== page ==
The Court’s originalist methodology continues to evolve, and one example relevant to this discussion is the Court’s recent “vaccine mandate” case, NFIB v. OSHA. There, the majority opinion twice highlights a resolution, passed by only one house of Congress, that supported the majority’s view and was unfavorable to OSHA: “In fact, the most noteworthy action concerning the vaccine mandate by either House of Congress has been a majority vote of the Senate disapproving the regulation on December 8, 2021.” Returning to this point later in the opinion, it said, “Indeed, a majority of the Senate even voted to disapprove OSHA’s regulation.”
This “majority vote of the Senate” was part of an unsuccessful attempt to invoke the Congressional Review Act (CRA) – the legislative veto protocol that replaced the one struck down in INS v. Chadha. The CRA requires a resolution vote by each chamber and signature by the President (this process rectifies the bicameralism and presentment problems Chadha found with the previous legislative veto). In this instance, the Senators voting for the resolution knew at the time that it would not pass the House, and that President Biden would never sign it (he had asked OSHA to create the vaccine rule in the first place). This made the Senate vote a politically costless opportunity for political theater, an otherwise empty symbolic gesture. The Senators who voted for the resolution did not have to worry about political accountability if adverse events resulted from their vote, because they knew the resolution would have no real-world effect.
The Court’s reliance on the Senate resolution in NFIB v. OSHA may signal a shift, as one small part of its evolving originalist jurisprudence, about the relevance of pre-enactment drafts. If so, the Congressional debates, and the conscientious objector clause itself, may have new importance for Second Amendment cases. This is not to say that the House version of the Second Amendment is binding – the states ratified the language that emerged from the complete process after the Senate mysteriously shortened it – but it does support the idea that the House version is at least relevant for discussion of the text and history, as there is no historical indication that the Senate disapproved of the clause – they may have thought it was simply unnecessary because it was so obvious. Of course, it is possible to distinguish an unsuccessful attempt at a legislative veto from a pre-enactment draft of a constitutional amendment. NFIB v. OSHA uses the Senate resolution as evidence of regulatory overreach, not as evidence of the meaning of a statute or law.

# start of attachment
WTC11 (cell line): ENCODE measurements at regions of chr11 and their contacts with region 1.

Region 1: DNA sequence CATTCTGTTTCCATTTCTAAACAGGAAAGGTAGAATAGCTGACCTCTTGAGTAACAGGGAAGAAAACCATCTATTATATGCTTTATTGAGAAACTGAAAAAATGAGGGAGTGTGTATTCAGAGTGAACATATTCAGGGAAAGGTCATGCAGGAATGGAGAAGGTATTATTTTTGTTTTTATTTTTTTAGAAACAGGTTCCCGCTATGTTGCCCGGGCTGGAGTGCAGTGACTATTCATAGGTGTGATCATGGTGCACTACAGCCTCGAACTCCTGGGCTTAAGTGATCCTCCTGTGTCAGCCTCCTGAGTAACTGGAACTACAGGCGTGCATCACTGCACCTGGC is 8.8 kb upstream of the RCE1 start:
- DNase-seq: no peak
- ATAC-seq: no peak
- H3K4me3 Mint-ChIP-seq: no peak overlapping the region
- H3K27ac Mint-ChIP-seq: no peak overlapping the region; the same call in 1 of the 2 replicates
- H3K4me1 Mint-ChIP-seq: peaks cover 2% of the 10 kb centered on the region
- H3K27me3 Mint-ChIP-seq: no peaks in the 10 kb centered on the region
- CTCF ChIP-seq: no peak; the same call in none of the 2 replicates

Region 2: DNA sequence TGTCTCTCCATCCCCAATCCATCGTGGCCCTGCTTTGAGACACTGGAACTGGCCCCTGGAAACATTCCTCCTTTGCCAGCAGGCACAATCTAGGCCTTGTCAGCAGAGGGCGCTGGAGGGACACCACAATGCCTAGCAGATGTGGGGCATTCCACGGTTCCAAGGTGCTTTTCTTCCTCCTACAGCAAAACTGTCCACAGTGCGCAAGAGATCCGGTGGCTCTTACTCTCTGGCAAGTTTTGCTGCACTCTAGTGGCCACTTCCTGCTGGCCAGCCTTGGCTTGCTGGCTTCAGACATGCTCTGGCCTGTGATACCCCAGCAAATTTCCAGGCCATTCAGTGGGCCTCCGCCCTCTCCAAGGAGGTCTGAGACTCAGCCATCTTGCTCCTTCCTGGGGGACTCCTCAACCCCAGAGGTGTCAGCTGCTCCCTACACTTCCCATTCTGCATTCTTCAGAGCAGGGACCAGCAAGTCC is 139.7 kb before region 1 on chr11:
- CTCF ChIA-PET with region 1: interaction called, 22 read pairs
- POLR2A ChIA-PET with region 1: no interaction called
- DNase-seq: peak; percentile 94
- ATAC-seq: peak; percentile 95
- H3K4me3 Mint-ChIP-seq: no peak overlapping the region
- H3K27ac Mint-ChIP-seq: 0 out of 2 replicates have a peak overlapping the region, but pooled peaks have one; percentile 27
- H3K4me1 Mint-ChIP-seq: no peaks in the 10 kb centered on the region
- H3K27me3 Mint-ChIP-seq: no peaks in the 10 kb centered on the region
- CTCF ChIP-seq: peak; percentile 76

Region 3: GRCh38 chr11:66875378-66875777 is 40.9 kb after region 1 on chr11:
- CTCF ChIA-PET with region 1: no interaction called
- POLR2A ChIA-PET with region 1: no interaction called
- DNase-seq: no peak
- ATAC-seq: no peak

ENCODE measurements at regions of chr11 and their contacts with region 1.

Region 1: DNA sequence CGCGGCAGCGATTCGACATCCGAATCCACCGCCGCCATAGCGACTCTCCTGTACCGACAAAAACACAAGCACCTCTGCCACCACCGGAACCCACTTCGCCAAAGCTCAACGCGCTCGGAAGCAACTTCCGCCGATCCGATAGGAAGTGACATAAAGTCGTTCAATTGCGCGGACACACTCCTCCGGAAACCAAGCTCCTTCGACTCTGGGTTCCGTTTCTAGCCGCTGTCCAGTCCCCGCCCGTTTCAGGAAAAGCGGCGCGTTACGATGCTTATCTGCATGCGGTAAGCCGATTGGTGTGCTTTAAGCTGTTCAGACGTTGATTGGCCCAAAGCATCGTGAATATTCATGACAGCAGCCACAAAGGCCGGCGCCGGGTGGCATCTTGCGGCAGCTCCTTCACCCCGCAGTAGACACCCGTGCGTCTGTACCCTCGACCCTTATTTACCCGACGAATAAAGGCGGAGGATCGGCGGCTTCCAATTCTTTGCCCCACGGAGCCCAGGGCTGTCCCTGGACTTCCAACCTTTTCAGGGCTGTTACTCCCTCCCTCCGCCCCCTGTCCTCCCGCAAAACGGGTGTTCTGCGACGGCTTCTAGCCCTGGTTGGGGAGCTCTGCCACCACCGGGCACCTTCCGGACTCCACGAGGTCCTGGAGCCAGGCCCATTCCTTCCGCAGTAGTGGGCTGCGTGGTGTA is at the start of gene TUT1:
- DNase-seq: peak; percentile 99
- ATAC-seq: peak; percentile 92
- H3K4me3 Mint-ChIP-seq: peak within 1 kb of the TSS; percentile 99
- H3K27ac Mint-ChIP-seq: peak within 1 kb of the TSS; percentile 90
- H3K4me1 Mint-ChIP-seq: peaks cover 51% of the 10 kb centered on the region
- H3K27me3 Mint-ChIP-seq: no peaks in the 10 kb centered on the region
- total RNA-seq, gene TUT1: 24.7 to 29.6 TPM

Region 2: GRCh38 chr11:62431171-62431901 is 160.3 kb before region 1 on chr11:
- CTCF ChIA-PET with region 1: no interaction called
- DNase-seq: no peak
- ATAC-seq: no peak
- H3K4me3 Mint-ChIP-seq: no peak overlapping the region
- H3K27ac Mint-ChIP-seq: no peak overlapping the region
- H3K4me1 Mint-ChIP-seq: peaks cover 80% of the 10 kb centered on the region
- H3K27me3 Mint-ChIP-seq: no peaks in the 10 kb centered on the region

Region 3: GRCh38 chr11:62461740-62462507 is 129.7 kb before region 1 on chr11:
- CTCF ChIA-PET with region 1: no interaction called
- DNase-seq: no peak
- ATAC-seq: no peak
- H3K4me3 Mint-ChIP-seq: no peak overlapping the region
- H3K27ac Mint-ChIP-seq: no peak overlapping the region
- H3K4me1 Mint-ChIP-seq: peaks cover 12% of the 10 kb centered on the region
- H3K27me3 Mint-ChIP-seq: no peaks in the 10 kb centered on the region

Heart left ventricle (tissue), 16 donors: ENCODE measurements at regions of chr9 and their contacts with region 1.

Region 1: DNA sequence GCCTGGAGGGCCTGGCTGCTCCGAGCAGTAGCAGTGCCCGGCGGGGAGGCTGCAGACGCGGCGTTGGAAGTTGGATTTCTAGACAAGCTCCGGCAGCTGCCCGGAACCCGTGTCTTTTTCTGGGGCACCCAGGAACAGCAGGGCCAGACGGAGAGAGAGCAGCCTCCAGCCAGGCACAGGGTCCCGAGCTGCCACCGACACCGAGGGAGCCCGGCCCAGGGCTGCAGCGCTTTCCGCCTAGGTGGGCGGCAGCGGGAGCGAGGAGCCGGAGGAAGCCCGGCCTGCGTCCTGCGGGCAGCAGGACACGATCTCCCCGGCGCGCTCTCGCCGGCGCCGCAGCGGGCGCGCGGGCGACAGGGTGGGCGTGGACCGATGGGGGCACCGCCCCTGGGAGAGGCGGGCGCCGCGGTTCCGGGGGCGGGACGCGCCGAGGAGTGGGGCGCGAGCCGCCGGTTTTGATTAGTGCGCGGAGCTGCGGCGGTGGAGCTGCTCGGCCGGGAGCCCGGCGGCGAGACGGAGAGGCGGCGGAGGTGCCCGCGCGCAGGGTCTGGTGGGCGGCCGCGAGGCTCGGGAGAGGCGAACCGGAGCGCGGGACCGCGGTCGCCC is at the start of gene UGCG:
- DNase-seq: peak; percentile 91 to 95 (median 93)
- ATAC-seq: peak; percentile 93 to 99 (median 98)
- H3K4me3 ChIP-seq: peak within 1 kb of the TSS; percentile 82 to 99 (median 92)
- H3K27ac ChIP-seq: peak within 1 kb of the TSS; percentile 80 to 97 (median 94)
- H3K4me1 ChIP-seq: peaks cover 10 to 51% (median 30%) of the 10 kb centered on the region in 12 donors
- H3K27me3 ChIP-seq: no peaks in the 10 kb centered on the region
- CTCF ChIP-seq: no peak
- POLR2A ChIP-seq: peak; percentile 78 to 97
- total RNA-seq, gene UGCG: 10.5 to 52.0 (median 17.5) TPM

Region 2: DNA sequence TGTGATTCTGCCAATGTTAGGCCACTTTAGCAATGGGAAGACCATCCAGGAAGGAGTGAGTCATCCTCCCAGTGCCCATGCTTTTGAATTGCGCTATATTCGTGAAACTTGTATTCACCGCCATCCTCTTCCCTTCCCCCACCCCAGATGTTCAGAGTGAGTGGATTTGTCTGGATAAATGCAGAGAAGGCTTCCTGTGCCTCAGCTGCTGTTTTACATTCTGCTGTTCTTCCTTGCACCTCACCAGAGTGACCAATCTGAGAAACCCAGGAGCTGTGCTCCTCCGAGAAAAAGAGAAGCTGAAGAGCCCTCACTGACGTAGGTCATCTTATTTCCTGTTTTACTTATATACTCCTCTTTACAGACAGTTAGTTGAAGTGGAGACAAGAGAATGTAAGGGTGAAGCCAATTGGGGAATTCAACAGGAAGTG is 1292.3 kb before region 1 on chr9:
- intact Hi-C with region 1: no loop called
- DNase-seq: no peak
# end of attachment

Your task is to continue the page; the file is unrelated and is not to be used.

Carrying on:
It will be interesting to see if the Court’s expanded reliance on legal history for Constitutional questions will include more openness to discussion of the original drafts of the Amendments and what the members of Congress expressed about them.